Management of ergot in cereal crops
Although the disease has relatively little effect on yield, ergots are associated with large amounts of toxic alkaloids (mycotoxins). With no varietal resistance or approved fungicides, control relies heavily on non-chemical methods.
Management of ergot in cereal crops
There are no current cereal varieties that have resistance to ergot infection. Varieties that have a longer or more open flowering habit will be more susceptible to infection, due to easier access of spores able to infect the floret. Florets that remain closed during pollination and for a few days afterwards provide a mechanical barrier to the entrance of spores and are more likely to escape infection. Susceptibility to ergot infection persists for only a few days after fertilisation, after which point, the ear becomes resistant to further infection.
While it has been previously investigated, there is no system within the AHDB Recommended Lists to reliably score the openness of flowering and link this positively to reduced infection risk. The development of true tissue resistance continues to be an area for further research by the plant breeding community.
There are currently no fungicide sprays approved for use on cereals to control ergot infection. Previous AHDB-funded work, using radio-labelled fungicides, detected negligible movement of foliar-applied fungicides to the point source of infection, the ovary. This is not surprising, as it would be undesirable to have products that could migrate into the grain.
Some azole-based seed treatments are recommended for ergot control and act by reducing fungal growth and development of the ergot. They do not provide complete control of germinating ergots and should be used in conjunction with other management options to reduce the risk of infection.
Grass weeds and margins
Controlling grassweeds is important to minimise the risk of fungal spores available for secondary spread. Black-grass control is especially important as it flowers earlier than the main cereal crop, allowing a build-up of inoculum (honeydew phase) that can be readily transferred during the cereal flowering period.
While it was thought that the increase in field margins could lead to an increase in inoculum build-up and subsequent infection of cereal crops, AHDB research found no significant impact. However, grass margins do still pose a small risk by providing a reservoir of secondary inoculum that could infect wheat, particularly late tillers around the edge of the crop. This risk can be minimised by sowing later-flowering grass species. Some grass species such as, cocksfoot, couch grass, timothy, tall fescue and tall oat grass pose a greater threat to cereal crops due to their ease of infection and flowering time.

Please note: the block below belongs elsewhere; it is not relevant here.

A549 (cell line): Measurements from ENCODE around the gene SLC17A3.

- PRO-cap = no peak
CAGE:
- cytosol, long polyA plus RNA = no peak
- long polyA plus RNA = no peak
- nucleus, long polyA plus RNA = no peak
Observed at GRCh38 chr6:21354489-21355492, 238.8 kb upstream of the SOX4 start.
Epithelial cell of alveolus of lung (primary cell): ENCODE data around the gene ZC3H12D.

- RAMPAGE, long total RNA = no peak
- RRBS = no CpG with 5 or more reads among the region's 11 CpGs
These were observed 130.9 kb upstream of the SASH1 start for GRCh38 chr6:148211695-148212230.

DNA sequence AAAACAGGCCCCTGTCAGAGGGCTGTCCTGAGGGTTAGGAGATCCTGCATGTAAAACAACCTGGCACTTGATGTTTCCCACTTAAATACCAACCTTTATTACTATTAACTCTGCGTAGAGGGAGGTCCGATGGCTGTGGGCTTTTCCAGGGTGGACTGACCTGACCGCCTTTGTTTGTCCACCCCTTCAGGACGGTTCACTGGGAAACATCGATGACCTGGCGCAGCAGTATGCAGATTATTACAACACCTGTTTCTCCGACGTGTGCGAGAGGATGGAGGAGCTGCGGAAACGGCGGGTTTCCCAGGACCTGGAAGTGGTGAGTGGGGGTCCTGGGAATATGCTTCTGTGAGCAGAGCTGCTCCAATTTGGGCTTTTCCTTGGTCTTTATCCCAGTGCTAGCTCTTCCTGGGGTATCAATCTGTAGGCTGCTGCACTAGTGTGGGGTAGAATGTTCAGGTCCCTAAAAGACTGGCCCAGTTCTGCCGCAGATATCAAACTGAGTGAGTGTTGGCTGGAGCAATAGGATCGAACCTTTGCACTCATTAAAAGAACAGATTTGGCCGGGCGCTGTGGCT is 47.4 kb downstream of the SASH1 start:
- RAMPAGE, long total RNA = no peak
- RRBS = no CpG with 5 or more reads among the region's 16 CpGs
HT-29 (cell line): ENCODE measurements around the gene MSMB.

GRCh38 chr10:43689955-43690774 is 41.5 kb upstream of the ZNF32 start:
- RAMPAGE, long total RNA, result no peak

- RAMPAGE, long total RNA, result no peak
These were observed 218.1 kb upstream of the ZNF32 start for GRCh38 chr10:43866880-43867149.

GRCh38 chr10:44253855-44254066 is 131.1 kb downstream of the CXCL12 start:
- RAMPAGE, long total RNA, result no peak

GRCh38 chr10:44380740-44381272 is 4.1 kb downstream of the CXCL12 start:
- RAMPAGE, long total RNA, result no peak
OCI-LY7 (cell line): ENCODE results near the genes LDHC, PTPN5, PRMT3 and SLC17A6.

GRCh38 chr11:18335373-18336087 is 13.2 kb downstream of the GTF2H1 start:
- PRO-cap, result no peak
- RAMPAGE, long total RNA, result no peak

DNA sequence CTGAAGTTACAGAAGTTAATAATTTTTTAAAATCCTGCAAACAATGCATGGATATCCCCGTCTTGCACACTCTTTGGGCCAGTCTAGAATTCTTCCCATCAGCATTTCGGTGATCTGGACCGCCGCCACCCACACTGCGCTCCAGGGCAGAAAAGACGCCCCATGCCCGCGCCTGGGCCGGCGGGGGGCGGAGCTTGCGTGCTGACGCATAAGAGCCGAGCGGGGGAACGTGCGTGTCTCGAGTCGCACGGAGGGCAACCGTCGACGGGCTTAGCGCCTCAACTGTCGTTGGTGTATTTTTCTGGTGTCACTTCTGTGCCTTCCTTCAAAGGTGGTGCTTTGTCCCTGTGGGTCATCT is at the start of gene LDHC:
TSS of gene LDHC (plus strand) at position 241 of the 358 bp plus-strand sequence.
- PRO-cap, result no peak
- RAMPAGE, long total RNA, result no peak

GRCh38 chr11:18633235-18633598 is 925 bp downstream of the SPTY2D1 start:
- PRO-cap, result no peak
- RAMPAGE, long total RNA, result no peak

Good crop husbandry continues to be the most reliable method of reducing the risk of ergot infection. In heavily infected crops, harvesting the field headlands and tramlines (where later tillers prevail) separately from the bulk of the crop will reduce contamination of the main crop.
As ergots only remain viable for one year in soil, sowing a non-cereal crop or ploughing (to at least 5 cm) to bury the ergot will reduce the amount of inoculum available in the next cereal crop. Any susceptible grass weeds should also be controlled to get the full benefit of these practices.
Keeping an accurate record of where ergot infection has been most prevalent on farm will help assist in future decisions on rotations. Sowing clean seed will prevent planting inoculum in the new crop.
In severe years and where there has been a poor level of control, the harvested grain can be cleaned. This can either be by a mobile cleaner on the farm or by the trader/processor, by prior agreement after delivery. The latter may result in a reduction of the price paid.
Several 'cleaning' methods may be used, including gravity separation (with or without an air screen cleaner) and mechanical sieves that remove foreign bodies on the basis of size. Sieves may be less effective where whole ergots or ergot fragments are the same size as the grain. More recently, effective grain colour sorting systems have become available but are used mainly by processors and within central stores.
Top ergot management tips
- In heavily infected areas, harvest field headlands and tramlines separately from the bulk of the crop
- Plant a non-cereal crop or plough to ensure ergots are buried to at least 5 cm depth
- Control grassweeds, especially black-grass
- Avoid open flowering varieties and varieties with a long flowering period
- Sow later-flowering grass species in grass margins
- Avoid sowing contaminated seed – clean farm-saved seed thoroughly to remove ergot
- There are currently no fungicide sprays approved for use on cereals to control ergot infection, but some seed treatments may have a small effect by preventing ergot germination
The causal fungus only attacks the ear at flowering, replacing the grain in a few spikelets by a hard, purple-black sclerotium, known as an ergot.
Cereal disease management
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